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7 The Fortunes of Virtue Ethics

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Chapter Summary

This chapter traces two dimensions of agency as conceived in Anglo-American Aristotelian virtue ethics, from their incipient phase to current criticisms of virtue ethics. Historically, virtue ethics came into play, and has remained in play, not least as a criticism of exaggerated faith in the individual as an unproblematic source of moral action. Among theorists of forms of ethics prevalent in the Anglo-American sphere when virtue ethics first entered the scene, the focus was elsewhere, not least on issues pertaining to the status of ethical justification. The notion of the practically engaged individual proffered by virtue ethicists, is generally one of a type of agent for whom good (virtuous) action is a real accomplishment. This dimension of achievement is only reinforced by the ideal of the perfect agent implied by virtue ethical perfectionism. Aristotelian virtue ethics in its current form came into existence as a criticism of Modernity.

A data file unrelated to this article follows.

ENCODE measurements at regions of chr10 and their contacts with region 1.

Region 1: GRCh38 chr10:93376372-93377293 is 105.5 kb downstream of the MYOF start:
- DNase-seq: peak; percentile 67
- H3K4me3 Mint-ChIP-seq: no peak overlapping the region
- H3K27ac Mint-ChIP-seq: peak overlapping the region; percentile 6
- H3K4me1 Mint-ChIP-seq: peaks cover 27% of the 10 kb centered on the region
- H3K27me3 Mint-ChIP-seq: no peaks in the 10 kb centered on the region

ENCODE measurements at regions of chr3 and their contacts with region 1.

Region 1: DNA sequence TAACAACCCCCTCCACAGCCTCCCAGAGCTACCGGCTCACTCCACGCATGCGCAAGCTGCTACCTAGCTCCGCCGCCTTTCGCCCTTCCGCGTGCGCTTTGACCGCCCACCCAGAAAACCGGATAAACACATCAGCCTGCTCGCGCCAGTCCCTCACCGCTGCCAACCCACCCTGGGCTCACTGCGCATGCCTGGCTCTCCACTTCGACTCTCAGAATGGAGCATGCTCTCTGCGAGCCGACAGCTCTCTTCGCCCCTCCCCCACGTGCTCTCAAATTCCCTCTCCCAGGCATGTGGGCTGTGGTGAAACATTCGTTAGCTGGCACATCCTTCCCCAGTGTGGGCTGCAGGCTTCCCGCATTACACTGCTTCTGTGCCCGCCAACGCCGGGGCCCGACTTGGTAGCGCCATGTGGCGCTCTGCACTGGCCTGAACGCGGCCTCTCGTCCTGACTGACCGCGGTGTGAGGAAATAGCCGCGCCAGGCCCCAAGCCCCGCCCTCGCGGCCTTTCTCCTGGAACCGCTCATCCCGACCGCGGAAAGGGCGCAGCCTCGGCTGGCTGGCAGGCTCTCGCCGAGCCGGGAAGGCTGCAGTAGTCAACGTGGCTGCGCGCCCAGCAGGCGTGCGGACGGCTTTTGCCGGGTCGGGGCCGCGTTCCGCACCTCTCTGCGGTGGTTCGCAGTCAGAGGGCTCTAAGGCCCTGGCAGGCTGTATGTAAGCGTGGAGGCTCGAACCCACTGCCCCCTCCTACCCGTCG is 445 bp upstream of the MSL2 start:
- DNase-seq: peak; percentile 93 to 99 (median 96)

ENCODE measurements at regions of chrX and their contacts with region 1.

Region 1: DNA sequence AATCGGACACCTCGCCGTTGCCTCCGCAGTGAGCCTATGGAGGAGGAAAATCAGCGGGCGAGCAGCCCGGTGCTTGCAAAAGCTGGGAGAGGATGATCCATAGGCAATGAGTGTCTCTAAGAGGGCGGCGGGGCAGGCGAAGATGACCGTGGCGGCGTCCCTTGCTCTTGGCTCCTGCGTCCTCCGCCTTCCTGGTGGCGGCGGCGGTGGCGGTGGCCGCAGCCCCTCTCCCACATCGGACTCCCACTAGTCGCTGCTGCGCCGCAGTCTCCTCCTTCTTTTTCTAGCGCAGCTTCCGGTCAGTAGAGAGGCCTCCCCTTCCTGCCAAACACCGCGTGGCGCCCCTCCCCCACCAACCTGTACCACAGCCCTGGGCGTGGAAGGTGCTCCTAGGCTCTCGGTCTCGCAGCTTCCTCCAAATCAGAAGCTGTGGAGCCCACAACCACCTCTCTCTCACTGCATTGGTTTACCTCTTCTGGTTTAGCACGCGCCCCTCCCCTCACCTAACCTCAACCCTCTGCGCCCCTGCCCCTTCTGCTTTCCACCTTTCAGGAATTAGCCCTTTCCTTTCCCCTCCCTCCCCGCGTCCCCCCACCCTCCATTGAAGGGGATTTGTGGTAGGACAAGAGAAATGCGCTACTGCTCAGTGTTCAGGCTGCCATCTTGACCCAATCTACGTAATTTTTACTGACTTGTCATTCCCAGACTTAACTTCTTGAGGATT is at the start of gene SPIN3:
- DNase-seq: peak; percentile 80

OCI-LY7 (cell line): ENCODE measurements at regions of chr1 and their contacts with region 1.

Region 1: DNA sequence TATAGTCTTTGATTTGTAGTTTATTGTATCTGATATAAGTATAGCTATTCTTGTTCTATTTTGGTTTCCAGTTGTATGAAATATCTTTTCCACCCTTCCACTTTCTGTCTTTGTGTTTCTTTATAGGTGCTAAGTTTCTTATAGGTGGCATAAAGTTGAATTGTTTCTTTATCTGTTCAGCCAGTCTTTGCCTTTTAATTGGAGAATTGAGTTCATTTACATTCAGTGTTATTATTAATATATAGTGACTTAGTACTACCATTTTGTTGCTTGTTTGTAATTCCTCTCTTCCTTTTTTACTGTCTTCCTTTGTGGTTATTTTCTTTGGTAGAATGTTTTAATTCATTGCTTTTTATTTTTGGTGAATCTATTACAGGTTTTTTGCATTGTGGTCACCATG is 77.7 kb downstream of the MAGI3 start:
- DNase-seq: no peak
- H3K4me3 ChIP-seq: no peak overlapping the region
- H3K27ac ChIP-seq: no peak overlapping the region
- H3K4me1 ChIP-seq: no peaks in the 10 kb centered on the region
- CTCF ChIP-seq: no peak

Keywords: Anglo-American sphere; Modernity; virtue ethics

10.1163/9789004282582_009
/content/books/b9789004282582_009
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